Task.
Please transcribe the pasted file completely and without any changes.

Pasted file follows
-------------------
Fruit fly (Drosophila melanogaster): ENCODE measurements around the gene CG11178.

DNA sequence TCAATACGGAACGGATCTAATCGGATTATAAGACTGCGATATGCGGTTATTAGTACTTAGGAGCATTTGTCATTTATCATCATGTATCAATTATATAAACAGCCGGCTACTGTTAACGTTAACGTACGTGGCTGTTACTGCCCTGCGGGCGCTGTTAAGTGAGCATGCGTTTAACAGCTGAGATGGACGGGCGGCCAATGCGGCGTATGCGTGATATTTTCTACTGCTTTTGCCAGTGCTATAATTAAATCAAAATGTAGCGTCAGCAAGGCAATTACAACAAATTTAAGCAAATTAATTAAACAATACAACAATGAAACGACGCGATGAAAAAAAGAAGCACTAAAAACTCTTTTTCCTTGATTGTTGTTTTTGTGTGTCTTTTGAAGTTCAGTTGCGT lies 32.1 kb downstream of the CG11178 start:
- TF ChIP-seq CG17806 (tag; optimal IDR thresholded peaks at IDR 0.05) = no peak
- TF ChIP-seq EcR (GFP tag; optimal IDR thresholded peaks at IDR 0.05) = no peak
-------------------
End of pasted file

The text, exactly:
Fruit fly (Drosophila melanogaster): ENCODE measurements around the gene CG11178.

DNA sequence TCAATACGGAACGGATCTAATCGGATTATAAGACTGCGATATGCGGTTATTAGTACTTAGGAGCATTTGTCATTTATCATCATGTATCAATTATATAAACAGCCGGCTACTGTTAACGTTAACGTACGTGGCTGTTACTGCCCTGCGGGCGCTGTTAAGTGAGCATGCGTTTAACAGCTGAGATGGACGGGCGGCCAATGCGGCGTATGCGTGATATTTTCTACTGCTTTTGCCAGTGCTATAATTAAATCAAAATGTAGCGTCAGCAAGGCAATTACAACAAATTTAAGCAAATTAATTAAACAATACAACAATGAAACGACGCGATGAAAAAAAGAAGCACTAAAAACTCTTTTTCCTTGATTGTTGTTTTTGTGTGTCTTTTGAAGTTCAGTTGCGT lies 32.1 kb downstream of the CG11178 start:
- TF ChIP-seq CG17806 (tag; optimal IDR thresholded peaks at IDR 0.05) = no peak
- TF ChIP-seq EcR (GFP tag; optimal IDR thresholded peaks at IDR 0.05) = no peak